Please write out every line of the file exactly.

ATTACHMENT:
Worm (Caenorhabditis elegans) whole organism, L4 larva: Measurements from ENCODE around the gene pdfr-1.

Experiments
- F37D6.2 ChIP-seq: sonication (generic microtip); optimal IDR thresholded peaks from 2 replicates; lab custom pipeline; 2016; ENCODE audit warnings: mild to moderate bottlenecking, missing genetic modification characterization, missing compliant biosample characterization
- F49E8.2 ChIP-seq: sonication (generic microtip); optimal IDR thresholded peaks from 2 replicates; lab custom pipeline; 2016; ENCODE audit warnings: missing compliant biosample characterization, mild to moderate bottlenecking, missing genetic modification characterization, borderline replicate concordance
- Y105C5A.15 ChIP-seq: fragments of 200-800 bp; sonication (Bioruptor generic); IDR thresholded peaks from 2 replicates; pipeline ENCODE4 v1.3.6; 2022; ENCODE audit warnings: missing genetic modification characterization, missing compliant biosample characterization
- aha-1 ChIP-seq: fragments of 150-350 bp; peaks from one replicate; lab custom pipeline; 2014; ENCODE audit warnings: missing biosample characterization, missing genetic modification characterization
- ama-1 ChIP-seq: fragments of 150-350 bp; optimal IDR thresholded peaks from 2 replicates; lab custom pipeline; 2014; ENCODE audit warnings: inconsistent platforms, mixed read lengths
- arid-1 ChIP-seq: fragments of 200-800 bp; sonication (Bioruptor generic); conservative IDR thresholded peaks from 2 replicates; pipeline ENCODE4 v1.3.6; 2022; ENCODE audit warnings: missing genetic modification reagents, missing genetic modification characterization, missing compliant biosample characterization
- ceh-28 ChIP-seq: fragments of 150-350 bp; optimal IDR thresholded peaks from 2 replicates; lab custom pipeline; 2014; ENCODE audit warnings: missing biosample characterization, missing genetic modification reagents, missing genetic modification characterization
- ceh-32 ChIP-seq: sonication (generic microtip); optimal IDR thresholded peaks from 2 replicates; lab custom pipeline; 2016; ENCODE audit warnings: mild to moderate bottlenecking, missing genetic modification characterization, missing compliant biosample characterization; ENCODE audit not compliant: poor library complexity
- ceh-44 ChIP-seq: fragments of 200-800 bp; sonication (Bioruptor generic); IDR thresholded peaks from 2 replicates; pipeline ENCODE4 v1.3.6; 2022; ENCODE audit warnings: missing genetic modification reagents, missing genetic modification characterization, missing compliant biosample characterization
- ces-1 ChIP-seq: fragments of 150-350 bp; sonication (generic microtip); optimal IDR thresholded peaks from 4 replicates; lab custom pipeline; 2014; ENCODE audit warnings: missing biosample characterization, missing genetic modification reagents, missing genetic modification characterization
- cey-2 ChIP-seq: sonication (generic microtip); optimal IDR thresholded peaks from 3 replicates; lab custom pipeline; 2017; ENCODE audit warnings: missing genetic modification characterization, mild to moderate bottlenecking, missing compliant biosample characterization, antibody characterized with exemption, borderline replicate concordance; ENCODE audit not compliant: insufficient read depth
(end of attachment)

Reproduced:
Worm (Caenorhabditis elegans) whole organism, L4 larva: Measurements from ENCODE around the gene pdfr-1.

Experiments
- F37D6.2 ChIP-seq: sonication (generic microtip); optimal IDR thresholded peaks from 2 replicates; lab custom pipeline; 2016; ENCODE audit warnings: mild to moderate bottlenecking, missing genetic modification characterization, missing compliant biosample characterization
- F49E8.2 ChIP-seq: sonication (generic microtip); optimal IDR thresholded peaks from 2 replicates; lab custom pipeline; 2016; ENCODE audit warnings: missing compliant biosample characterization, mild to moderate bottlenecking, missing genetic modification characterization, borderline replicate concordance
- Y105C5A.15 ChIP-seq: fragments of 200-800 bp; sonication (Bioruptor generic); IDR thresholded peaks from 2 replicates; pipeline ENCODE4 v1.3.6; 2022; ENCODE audit warnings: missing genetic modification characterization, missing compliant biosample characterization
- aha-1 ChIP-seq: fragments of 150-350 bp; peaks from one replicate; lab custom pipeline; 2014; ENCODE audit warnings: missing biosample characterization, missing genetic modification characterization
- ama-1 ChIP-seq: fragments of 150-350 bp; optimal IDR thresholded peaks from 2 replicates; lab custom pipeline; 2014; ENCODE audit warnings: inconsistent platforms, mixed read lengths
- arid-1 ChIP-seq: fragments of 200-800 bp; sonication (Bioruptor generic); conservative IDR thresholded peaks from 2 replicates; pipeline ENCODE4 v1.3.6; 2022; ENCODE audit warnings: missing genetic modification reagents, missing genetic modification characterization, missing compliant biosample characterization
- ceh-28 ChIP-seq: fragments of 150-350 bp; optimal IDR thresholded peaks from 2 replicates; lab custom pipeline; 2014; ENCODE audit warnings: missing biosample characterization, missing genetic modification reagents, missing genetic modification characterization
- ceh-32 ChIP-seq: sonication (generic microtip); optimal IDR thresholded peaks from 2 replicates; lab custom pipeline; 2016; ENCODE audit warnings: mild to moderate bottlenecking, missing genetic modification characterization, missing compliant biosample characterization; ENCODE audit not compliant: poor library complexity
- ceh-44 ChIP-seq: fragments of 200-800 bp; sonication (Bioruptor generic); IDR thresholded peaks from 2 replicates; pipeline ENCODE4 v1.3.6; 2022; ENCODE audit warnings: missing genetic modification reagents, missing genetic modification characterization, missing compliant biosample characterization
- ces-1 ChIP-seq: fragments of 150-350 bp; sonication (generic microtip); optimal IDR thresholded peaks from 4 replicates; lab custom pipeline; 2014; ENCODE audit warnings: missing biosample characterization, missing genetic modification reagents, missing genetic modification characterization
- cey-2 ChIP-seq: sonication (generic microtip); optimal IDR thresholded peaks from 3 replicates; lab custom pipeline; 2017; ENCODE audit warnings: missing genetic modification characterization, mild to moderate bottlenecking, missing compliant biosample characterization, antibody characterized with exemption, borderline replicate concordance; ENCODE audit not compliant: insufficient read depth